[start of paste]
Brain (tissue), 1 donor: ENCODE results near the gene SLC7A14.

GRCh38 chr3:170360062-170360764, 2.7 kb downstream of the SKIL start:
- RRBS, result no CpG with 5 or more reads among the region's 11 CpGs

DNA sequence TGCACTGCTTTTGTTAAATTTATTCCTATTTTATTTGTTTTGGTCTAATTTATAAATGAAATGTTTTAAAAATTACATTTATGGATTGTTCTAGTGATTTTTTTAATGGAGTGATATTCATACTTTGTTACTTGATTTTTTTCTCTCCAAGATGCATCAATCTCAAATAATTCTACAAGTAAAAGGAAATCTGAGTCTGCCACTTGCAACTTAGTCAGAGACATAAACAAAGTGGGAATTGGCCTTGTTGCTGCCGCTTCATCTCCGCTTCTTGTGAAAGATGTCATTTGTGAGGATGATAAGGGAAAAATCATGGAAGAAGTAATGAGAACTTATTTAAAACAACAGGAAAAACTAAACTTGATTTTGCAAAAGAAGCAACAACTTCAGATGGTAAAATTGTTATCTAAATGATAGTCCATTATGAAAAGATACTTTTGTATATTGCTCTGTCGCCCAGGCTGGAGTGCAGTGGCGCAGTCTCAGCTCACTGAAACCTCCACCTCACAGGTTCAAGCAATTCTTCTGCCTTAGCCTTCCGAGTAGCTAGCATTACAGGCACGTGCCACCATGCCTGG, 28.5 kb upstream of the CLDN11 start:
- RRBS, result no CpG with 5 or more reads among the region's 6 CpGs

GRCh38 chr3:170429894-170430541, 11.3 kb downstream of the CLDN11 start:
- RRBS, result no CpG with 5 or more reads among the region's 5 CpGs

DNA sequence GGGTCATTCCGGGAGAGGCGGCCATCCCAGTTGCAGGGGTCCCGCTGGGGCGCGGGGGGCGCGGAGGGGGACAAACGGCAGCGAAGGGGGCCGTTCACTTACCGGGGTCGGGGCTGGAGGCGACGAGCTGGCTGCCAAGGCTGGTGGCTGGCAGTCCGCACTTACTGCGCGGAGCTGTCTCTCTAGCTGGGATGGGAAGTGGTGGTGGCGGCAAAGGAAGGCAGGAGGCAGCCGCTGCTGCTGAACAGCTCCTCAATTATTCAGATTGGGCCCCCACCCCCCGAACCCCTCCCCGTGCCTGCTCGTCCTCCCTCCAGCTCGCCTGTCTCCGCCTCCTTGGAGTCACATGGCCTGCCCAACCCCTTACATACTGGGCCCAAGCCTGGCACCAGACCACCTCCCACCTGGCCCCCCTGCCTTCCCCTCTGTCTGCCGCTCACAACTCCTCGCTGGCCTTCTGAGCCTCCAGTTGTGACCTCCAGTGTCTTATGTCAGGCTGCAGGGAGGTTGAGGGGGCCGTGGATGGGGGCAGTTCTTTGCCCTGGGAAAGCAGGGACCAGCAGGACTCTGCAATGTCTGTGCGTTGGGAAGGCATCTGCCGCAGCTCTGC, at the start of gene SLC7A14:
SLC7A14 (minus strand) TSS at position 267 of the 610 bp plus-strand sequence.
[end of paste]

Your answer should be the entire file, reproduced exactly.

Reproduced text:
Brain (tissue), 1 donor: ENCODE results near the gene SLC7A14.

GRCh38 chr3:170360062-170360764, 2.7 kb downstream of the SKIL start:
- RRBS, result no CpG with 5 or more reads among the region's 11 CpGs

DNA sequence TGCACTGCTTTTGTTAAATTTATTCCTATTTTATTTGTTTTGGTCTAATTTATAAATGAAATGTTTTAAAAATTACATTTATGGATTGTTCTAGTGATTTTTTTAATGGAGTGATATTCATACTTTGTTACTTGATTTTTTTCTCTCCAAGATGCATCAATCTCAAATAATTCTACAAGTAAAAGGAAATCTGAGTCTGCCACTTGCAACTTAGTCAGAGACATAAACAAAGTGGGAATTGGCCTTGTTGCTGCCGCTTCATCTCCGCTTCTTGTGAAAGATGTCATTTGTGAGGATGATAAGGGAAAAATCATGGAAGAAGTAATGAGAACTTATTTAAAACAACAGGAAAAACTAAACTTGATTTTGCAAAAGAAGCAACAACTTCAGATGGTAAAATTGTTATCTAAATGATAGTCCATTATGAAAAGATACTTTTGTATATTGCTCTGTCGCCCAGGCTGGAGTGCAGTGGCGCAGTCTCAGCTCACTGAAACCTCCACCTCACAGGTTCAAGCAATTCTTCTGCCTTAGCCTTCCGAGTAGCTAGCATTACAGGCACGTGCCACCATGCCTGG, 28.5 kb upstream of the CLDN11 start:
- RRBS, result no CpG with 5 or more reads among the region's 6 CpGs

GRCh38 chr3:170429894-170430541, 11.3 kb downstream of the CLDN11 start:
- RRBS, result no CpG with 5 or more reads among the region's 5 CpGs

DNA sequence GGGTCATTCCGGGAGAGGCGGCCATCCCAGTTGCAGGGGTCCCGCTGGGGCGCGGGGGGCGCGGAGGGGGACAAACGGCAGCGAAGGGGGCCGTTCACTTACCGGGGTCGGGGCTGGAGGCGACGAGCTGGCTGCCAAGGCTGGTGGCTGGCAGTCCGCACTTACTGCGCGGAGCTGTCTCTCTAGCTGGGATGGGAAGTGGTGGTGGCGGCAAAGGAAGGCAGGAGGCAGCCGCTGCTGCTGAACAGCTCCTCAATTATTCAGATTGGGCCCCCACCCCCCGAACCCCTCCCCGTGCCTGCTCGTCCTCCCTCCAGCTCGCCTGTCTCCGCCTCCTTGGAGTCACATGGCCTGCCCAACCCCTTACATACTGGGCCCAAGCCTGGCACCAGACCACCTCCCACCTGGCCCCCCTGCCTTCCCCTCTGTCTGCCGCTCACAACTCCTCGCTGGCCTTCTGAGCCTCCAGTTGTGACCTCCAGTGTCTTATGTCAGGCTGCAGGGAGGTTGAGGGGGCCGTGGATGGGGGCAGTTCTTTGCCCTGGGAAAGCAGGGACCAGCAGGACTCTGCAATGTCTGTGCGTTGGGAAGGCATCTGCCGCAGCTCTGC, at the start of gene SLC7A14:
SLC7A14 (minus strand) TSS at position 267 of the 610 bp plus-strand sequence.